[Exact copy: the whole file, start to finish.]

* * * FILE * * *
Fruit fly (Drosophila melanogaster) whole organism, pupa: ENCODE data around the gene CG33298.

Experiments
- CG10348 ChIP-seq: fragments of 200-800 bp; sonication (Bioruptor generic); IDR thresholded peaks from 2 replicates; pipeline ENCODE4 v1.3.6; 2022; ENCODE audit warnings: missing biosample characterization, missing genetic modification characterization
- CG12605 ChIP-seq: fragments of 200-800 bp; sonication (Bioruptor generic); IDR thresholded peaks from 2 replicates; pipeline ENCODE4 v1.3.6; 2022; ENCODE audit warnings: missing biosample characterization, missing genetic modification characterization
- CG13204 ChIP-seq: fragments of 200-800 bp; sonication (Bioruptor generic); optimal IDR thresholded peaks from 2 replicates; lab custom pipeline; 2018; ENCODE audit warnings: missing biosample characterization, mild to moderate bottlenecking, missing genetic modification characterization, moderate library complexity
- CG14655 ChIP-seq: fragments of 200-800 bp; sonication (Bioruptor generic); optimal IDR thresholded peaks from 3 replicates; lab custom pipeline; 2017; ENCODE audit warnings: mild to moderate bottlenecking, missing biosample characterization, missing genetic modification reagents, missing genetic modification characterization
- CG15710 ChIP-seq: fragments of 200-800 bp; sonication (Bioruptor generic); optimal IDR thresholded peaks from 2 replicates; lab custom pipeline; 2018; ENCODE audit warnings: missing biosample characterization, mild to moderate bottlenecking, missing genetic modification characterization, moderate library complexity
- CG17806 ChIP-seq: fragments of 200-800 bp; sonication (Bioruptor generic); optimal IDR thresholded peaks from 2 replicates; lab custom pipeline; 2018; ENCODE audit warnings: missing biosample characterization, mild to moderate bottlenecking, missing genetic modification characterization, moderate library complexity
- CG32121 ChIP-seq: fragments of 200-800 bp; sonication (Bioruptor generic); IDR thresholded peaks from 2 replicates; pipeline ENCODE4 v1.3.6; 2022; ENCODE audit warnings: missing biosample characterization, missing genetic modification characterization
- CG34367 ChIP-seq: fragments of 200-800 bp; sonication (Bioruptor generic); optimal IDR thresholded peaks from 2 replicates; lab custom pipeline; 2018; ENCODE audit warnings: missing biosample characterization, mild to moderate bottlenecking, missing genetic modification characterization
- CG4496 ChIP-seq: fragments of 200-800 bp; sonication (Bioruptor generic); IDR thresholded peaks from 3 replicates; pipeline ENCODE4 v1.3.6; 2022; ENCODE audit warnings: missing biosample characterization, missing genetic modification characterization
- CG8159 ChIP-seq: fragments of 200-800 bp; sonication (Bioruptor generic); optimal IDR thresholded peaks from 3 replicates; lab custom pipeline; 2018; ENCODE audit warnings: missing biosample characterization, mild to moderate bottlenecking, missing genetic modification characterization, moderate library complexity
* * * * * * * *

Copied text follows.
Fruit fly (Drosophila melanogaster) whole organism, pupa: ENCODE data around the gene CG33298.

Experiments
- CG10348 ChIP-seq: fragments of 200-800 bp; sonication (Bioruptor generic); IDR thresholded peaks from 2 replicates; pipeline ENCODE4 v1.3.6; 2022; ENCODE audit warnings: missing biosample characterization, missing genetic modification characterization
- CG12605 ChIP-seq: fragments of 200-800 bp; sonication (Bioruptor generic); IDR thresholded peaks from 2 replicates; pipeline ENCODE4 v1.3.6; 2022; ENCODE audit warnings: missing biosample characterization, missing genetic modification characterization
- CG13204 ChIP-seq: fragments of 200-800 bp; sonication (Bioruptor generic); optimal IDR thresholded peaks from 2 replicates; lab custom pipeline; 2018; ENCODE audit warnings: missing biosample characterization, mild to moderate bottlenecking, missing genetic modification characterization, moderate library complexity
- CG14655 ChIP-seq: fragments of 200-800 bp; sonication (Bioruptor generic); optimal IDR thresholded peaks from 3 replicates; lab custom pipeline; 2017; ENCODE audit warnings: mild to moderate bottlenecking, missing biosample characterization, missing genetic modification reagents, missing genetic modification characterization
- CG15710 ChIP-seq: fragments of 200-800 bp; sonication (Bioruptor generic); optimal IDR thresholded peaks from 2 replicates; lab custom pipeline; 2018; ENCODE audit warnings: missing biosample characterization, mild to moderate bottlenecking, missing genetic modification characterization, moderate library complexity
- CG17806 ChIP-seq: fragments of 200-800 bp; sonication (Bioruptor generic); optimal IDR thresholded peaks from 2 replicates; lab custom pipeline; 2018; ENCODE audit warnings: missing biosample characterization, mild to moderate bottlenecking, missing genetic modification characterization, moderate library complexity
- CG32121 ChIP-seq: fragments of 200-800 bp; sonication (Bioruptor generic); IDR thresholded peaks from 2 replicates; pipeline ENCODE4 v1.3.6; 2022; ENCODE audit warnings: missing biosample characterization, missing genetic modification characterization
- CG34367 ChIP-seq: fragments of 200-800 bp; sonication (Bioruptor generic); optimal IDR thresholded peaks from 2 replicates; lab custom pipeline; 2018; ENCODE audit warnings: missing biosample characterization, mild to moderate bottlenecking, missing genetic modification characterization
- CG4496 ChIP-seq: fragments of 200-800 bp; sonication (Bioruptor generic); IDR thresholded peaks from 3 replicates; pipeline ENCODE4 v1.3.6; 2022; ENCODE audit warnings: missing biosample characterization, missing genetic modification characterization
- CG8159 ChIP-seq: fragments of 200-800 bp; sonication (Bioruptor generic); optimal IDR thresholded peaks from 3 replicates; lab custom pipeline; 2018; ENCODE audit warnings: missing biosample characterization, mild to moderate bottlenecking, missing genetic modification characterization, moderate library complexity